As you don't have symmetric room and no possibility to have symmetric lateral early reflections, you cannot utilize the early reflections to widen your stage, thus narrow coverage speakers would make sense here. You must make it nearfield setup, where early reflections are delayed and attenuated so you hear stage on the recording and speakers spaced wide enough so that the width, the natural stereo image, happens without reliance on the local room enhancing it. In my book this is the optimum no matter the room, but most seem to like the hazy room influenced sound more.

To achieve this, turn the setup into a corner, now early reflections delay is maximized. If your speakers are not designed to be positioned near wall, then consider changing them to something else.
corner-setup.jpg

You must be brave enough to step out of convention though, but if you care about sound you should try this, at least as temporary setup some day.

The other solution would be to have the speakers where they must be, and then pull them out when you have time to do critical listening :)
 
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Bjorn

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When specular reflections are arriving from one side wall and not the other, it will create an imbalance of the stereo image. Everything will be drawn to the right. Absorption is the best way to deal with this. Using treatment that's only effective between 1000 Hz and 5000 Hz isn't a good way to treat the energy. Consider some smaller absorbers like the 2" RPG Broadsorber and perhaps with print images for WAF. It's going to be a little reflective above 2-3 kHz but still much better than most other WAF options.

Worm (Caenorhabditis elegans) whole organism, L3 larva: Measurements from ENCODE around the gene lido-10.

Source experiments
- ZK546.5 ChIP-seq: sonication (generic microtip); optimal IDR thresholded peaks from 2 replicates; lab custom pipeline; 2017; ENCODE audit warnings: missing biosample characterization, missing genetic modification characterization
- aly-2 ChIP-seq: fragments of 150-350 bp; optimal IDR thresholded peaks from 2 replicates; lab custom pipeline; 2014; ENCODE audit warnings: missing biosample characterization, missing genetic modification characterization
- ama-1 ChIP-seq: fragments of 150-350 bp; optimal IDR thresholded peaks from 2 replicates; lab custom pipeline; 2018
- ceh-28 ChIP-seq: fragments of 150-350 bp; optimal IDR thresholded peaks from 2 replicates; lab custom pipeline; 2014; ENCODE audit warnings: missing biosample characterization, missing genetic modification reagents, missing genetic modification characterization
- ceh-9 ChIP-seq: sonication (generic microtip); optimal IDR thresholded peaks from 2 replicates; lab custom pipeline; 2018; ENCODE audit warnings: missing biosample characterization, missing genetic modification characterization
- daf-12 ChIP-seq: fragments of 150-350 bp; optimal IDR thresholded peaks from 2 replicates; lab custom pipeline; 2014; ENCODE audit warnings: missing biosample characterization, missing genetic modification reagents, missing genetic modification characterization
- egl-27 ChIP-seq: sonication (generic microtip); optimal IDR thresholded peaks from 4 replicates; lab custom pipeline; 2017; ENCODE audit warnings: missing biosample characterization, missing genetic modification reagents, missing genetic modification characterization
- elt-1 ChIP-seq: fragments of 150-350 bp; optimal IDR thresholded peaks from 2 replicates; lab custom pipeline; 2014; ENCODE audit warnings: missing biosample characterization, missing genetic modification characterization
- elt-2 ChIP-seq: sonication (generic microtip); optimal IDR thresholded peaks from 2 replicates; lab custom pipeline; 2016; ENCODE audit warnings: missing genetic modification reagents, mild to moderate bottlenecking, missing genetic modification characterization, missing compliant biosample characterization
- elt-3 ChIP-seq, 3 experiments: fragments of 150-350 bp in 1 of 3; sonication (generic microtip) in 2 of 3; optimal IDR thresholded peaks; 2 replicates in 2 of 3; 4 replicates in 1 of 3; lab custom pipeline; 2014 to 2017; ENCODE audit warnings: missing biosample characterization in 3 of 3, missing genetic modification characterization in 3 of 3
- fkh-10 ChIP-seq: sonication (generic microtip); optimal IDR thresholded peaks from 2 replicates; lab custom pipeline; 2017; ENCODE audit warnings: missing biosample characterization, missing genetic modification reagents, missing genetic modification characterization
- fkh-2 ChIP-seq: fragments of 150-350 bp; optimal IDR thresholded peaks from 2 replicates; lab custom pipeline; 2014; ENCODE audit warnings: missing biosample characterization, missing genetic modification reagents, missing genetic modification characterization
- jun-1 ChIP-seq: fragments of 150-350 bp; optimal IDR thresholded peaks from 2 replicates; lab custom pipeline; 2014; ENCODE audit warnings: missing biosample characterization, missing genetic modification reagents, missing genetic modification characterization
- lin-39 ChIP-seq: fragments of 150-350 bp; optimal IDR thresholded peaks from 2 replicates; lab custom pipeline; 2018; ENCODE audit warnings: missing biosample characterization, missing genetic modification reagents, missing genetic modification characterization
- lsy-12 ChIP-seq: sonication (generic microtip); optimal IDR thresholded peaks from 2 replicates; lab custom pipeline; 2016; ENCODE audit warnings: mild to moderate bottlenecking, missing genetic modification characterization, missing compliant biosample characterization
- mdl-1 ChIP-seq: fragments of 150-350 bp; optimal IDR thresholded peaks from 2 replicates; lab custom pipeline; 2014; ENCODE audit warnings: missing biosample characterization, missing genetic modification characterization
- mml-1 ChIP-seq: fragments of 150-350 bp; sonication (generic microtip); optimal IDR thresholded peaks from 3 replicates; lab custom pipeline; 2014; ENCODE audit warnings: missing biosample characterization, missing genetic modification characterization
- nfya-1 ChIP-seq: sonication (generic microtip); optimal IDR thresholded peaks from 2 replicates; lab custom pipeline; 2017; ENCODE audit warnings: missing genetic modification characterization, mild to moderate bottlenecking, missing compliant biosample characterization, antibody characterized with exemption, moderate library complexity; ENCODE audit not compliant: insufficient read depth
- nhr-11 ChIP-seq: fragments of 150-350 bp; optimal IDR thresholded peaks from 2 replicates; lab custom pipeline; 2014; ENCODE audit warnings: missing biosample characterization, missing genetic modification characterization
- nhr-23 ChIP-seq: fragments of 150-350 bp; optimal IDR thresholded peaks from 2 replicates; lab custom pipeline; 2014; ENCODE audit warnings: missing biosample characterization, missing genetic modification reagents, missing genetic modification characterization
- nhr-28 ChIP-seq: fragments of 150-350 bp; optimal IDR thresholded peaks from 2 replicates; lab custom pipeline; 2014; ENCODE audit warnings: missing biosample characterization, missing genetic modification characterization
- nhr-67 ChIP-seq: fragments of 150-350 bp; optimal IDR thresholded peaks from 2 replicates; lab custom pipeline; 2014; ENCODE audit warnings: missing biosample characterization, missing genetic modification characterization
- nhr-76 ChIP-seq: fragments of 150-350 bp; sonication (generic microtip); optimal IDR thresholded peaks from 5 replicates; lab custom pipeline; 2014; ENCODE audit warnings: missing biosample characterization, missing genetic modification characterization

Another way to deal with such an imbalance is using speakers with super narrow horizontal directivity.
 

tmuikku

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Yeah. The corner setup is nice as it elongates lateral reflection path lengths to maximum as the speakers and listener are about halfway of the (shortest) dimensions, and not at the corner. It also makes the other necessary adjustments: makes the listening triangle smaller and widening base width between speakers while keeping it all somewhat practical. These adjustments both attenuates and delays the early lateral reflections, it also makes them more symmetrical between left and right turning the asymmetry more behind than side of the listener. Multiple things "get better", you get the near field sound but it is not everyone though, and every time the mother pays visit she turns the sofa perpendicular to walls and you'd have to ask her turn it back as it makes better sound that way :D

If one must have far field sound, it's not going to work optimally as the room is lob sided but that's the compromise, practicality over sound quality. The most logical thing for me is to throw away the room sound, make it near field setup, and the corner setup lends to it nicely while being relatively practical. To be fair, this is isn't optimal either, it is just another option to consider with the suboptimal situation.